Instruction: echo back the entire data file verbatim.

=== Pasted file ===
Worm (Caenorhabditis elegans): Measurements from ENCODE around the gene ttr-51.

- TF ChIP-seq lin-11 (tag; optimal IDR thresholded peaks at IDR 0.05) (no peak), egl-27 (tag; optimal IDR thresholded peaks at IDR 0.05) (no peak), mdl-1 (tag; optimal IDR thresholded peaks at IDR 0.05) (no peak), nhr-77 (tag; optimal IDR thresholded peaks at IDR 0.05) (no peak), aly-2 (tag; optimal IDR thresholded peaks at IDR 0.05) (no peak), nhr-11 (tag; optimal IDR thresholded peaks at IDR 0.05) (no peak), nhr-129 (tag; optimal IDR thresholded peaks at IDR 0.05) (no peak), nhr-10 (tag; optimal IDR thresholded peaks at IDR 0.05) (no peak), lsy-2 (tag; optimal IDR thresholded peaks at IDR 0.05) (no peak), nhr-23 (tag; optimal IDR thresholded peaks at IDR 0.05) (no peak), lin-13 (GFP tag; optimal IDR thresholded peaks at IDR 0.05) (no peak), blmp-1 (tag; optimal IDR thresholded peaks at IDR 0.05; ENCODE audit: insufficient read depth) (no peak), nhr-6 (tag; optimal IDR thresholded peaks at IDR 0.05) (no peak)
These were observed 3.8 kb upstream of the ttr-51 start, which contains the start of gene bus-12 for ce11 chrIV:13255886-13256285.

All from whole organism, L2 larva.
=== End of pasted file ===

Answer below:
Worm (Caenorhabditis elegans): Measurements from ENCODE around the gene ttr-51.

- TF ChIP-seq lin-11 (tag; optimal IDR thresholded peaks at IDR 0.05) (no peak), egl-27 (tag; optimal IDR thresholded peaks at IDR 0.05) (no peak), mdl-1 (tag; optimal IDR thresholded peaks at IDR 0.05) (no peak), nhr-77 (tag; optimal IDR thresholded peaks at IDR 0.05) (no peak), aly-2 (tag; optimal IDR thresholded peaks at IDR 0.05) (no peak), nhr-11 (tag; optimal IDR thresholded peaks at IDR 0.05) (no peak), nhr-129 (tag; optimal IDR thresholded peaks at IDR 0.05) (no peak), nhr-10 (tag; optimal IDR thresholded peaks at IDR 0.05) (no peak), lsy-2 (tag; optimal IDR thresholded peaks at IDR 0.05) (no peak), nhr-23 (tag; optimal IDR thresholded peaks at IDR 0.05) (no peak), lin-13 (GFP tag; optimal IDR thresholded peaks at IDR 0.05) (no peak), blmp-1 (tag; optimal IDR thresholded peaks at IDR 0.05; ENCODE audit: insufficient read depth) (no peak), nhr-6 (tag; optimal IDR thresholded peaks at IDR 0.05) (no peak)
These were observed 3.8 kb upstream of the ttr-51 start, which contains the start of gene bus-12 for ce11 chrIV:13255886-13256285.

All from whole organism, L2 larva.